Cisco Security has detected significant activity related to Portuguese-language spam e-mail messages that claim to contain a crocodile handler video file for the recipient. The text in the e-mail message attempts to convince the recipient to open the .zip attachment to view the video. However, the .zip file contains a malicious .exe file that, when executed, attempts to infect a system with malicious code.
E-mail messages that are related to this threat (RuleID4001 and RuleID4010) may contain the following files:
The Visualizar-Video-web.zip.exe file in the Visualizar-Video-web.zip attachment has a file size of 128,512 bytes. The MD5 checksum, which is a unique identifier of the executable, is the following string: 0x07C020E2B145C3AE2689D80760398737
The Visualizar-Video-web.exe file in the Visualizar-Video-web.zip attachment has a file size of 129,536 bytes. The MD5 checksum is the following string: 0xAA2C03628630555B8E211568DDF5C007
The following text is a sample of the e-mail message that is associated with this threat outbreak:
Subject: tratador de crocodilos neo teve sorte
um tratador de crocodilos neo teve sorte no momento em que foi jogar comida para os bichos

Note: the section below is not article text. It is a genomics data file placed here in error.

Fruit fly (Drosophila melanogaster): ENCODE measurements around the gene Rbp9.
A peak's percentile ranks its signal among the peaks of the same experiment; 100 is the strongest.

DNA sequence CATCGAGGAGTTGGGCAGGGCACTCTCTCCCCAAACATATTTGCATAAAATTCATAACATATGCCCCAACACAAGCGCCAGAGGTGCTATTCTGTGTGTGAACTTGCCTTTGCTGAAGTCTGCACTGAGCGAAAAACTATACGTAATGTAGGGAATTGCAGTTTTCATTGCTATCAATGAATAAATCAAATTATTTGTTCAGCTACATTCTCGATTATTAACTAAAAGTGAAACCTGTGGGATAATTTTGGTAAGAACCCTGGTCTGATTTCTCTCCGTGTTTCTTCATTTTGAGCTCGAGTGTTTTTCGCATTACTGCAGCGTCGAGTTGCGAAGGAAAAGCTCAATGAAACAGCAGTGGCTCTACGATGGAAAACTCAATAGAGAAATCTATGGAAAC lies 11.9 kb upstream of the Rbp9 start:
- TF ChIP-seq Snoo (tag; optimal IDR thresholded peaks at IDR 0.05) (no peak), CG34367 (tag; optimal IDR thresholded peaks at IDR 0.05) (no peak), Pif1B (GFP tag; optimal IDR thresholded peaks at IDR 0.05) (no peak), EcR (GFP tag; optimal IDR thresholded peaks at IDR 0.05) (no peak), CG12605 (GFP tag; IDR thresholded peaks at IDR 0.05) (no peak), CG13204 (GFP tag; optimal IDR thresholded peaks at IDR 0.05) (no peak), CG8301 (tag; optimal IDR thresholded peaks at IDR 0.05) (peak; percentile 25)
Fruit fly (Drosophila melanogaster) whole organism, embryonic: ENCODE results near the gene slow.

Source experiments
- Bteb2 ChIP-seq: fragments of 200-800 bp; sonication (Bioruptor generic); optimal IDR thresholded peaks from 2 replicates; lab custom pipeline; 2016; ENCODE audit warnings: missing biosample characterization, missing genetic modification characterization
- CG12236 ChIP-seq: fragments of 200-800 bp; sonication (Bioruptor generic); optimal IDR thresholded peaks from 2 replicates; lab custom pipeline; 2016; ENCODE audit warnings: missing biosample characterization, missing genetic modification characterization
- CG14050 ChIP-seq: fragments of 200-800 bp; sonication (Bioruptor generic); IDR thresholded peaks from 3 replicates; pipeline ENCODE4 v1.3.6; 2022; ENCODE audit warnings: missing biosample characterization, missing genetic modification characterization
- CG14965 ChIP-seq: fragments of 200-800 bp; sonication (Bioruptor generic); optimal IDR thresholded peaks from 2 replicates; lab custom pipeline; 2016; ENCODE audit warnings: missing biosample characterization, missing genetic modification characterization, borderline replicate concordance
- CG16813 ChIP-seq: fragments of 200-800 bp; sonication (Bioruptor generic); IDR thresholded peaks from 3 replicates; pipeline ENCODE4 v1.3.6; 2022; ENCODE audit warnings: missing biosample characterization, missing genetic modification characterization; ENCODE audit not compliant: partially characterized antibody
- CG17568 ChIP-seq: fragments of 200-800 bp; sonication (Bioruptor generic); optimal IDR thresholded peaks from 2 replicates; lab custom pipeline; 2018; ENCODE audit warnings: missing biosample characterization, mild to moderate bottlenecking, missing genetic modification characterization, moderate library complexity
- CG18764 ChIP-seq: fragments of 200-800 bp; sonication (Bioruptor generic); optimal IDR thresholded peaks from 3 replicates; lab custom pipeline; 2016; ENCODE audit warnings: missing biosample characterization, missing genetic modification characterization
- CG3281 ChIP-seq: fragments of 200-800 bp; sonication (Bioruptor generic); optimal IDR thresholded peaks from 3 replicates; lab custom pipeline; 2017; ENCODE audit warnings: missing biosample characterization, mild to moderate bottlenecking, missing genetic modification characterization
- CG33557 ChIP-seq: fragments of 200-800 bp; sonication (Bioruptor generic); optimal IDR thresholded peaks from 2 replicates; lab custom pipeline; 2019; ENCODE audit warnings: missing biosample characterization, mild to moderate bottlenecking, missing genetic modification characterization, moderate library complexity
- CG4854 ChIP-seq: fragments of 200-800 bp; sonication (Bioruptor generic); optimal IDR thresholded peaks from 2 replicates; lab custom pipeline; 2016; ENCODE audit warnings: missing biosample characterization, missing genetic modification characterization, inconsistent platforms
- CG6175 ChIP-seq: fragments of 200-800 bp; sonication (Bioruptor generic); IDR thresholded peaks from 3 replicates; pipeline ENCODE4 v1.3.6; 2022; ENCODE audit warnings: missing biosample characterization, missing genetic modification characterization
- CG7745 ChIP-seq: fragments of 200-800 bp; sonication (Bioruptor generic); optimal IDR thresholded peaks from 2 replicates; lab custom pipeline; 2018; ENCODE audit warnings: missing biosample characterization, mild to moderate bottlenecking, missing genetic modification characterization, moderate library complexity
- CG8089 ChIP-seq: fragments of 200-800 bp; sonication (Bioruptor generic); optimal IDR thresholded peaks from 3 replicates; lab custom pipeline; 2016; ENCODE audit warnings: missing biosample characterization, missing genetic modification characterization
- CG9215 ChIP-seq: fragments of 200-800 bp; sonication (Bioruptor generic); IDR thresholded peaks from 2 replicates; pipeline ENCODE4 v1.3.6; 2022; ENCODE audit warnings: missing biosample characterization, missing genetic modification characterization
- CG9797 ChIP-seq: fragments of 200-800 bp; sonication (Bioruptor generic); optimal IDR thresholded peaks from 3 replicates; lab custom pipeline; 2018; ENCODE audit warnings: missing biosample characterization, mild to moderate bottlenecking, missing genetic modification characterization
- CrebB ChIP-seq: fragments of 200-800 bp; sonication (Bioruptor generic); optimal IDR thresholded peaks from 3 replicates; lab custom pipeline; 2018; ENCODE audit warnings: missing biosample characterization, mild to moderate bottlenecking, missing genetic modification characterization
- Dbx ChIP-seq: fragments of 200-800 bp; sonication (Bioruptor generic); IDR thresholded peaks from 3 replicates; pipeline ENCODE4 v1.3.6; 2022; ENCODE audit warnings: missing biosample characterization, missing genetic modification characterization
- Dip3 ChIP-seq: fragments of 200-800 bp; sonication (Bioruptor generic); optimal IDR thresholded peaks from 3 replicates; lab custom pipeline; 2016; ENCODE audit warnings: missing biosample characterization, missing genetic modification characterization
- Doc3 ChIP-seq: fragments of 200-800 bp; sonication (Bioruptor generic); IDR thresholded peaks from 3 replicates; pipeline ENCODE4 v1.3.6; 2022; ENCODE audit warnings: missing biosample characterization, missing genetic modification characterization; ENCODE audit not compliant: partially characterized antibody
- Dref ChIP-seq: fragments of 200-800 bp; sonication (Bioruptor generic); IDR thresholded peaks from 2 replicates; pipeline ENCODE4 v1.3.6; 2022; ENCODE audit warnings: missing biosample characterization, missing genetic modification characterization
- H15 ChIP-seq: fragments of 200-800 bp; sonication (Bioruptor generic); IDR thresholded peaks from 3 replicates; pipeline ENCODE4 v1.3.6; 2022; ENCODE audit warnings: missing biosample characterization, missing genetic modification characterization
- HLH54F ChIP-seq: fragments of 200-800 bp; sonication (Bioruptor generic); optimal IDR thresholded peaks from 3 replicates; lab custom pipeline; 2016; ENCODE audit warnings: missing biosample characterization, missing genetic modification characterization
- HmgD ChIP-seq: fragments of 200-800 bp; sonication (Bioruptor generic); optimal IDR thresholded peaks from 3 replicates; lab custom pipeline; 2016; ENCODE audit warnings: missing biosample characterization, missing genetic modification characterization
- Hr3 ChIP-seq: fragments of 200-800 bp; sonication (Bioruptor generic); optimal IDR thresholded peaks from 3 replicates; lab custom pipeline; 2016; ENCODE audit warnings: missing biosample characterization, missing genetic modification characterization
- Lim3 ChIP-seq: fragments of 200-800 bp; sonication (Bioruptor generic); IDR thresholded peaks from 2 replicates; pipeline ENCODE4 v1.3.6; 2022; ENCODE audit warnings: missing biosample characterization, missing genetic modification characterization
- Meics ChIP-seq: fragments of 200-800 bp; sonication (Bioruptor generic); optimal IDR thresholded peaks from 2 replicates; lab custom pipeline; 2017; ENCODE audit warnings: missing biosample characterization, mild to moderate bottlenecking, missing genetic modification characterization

ele se desequilibrou e caiu na jaula dos mesmo e veio a ser estrasalhado pelo bicho que teve
de ser sacrificado para retirada dos restos mortais do tratador.
Cisco Security analysts examine real-world e-mail traffic data that is collected from over 100,000 contributing organizations worldwide. This data helps provide a range of information about and analysis of global e-mail security threats and trends. Cisco will continue to monitor this threat and automatically adapt IronPort systems to protect customers. This report will be updated if there are significant changes or if the risk to end users increases.
Cisco IronPort Virus Outbreak Filters protect customers during the critical period between the first exploit of a virus outbreak and the release of vendor antivirus signatures. E-mail that is managed by Cisco and end users who are protected by Cisco IronPort web security appliances will not be impacted by these attacks. Cisco IronPort appliances are automatically updated to prevent both spam e-mail and hostile web URLs from being passed to the end user.
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